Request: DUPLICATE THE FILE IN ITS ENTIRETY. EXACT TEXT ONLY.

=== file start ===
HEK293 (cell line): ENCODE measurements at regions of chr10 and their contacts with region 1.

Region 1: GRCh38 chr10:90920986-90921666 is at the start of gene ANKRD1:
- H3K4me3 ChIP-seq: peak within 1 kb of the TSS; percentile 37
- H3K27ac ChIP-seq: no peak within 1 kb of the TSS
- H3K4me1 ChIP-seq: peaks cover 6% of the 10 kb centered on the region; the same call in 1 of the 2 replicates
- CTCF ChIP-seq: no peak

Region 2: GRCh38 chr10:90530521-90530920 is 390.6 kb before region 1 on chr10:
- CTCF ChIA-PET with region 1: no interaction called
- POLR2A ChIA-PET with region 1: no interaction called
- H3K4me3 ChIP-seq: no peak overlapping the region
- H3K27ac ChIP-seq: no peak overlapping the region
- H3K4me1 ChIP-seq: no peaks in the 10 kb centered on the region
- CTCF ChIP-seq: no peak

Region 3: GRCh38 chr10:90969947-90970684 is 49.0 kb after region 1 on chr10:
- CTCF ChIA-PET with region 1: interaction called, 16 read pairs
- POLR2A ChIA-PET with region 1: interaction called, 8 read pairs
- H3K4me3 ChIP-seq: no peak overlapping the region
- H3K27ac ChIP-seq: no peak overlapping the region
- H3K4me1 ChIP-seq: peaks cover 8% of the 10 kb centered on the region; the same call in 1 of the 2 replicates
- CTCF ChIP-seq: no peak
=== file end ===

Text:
HEK293 (cell line): ENCODE measurements at regions of chr10 and their contacts with region 1.

Region 1: GRCh38 chr10:90920986-90921666 is at the start of gene ANKRD1:
- H3K4me3 ChIP-seq: peak within 1 kb of the TSS; percentile 37
- H3K27ac ChIP-seq: no peak within 1 kb of the TSS
- H3K4me1 ChIP-seq: peaks cover 6% of the 10 kb centered on the region; the same call in 1 of the 2 replicates
- CTCF ChIP-seq: no peak

Region 2: GRCh38 chr10:90530521-90530920 is 390.6 kb before region 1 on chr10:
- CTCF ChIA-PET with region 1: no interaction called
- POLR2A ChIA-PET with region 1: no interaction called
- H3K4me3 ChIP-seq: no peak overlapping the region
- H3K27ac ChIP-seq: no peak overlapping the region
- H3K4me1 ChIP-seq: no peaks in the 10 kb centered on the region
- CTCF ChIP-seq: no peak

Region 3: GRCh38 chr10:90969947-90970684 is 49.0 kb after region 1 on chr10:
- CTCF ChIA-PET with region 1: interaction called, 16 read pairs
- POLR2A ChIA-PET with region 1: interaction called, 8 read pairs
- H3K4me3 ChIP-seq: no peak overlapping the region
- H3K27ac ChIP-seq: no peak overlapping the region
- H3K4me1 ChIP-seq: peaks cover 8% of the 10 kb centered on the region; the same call in 1 of the 2 replicates
- CTCF ChIP-seq: no peak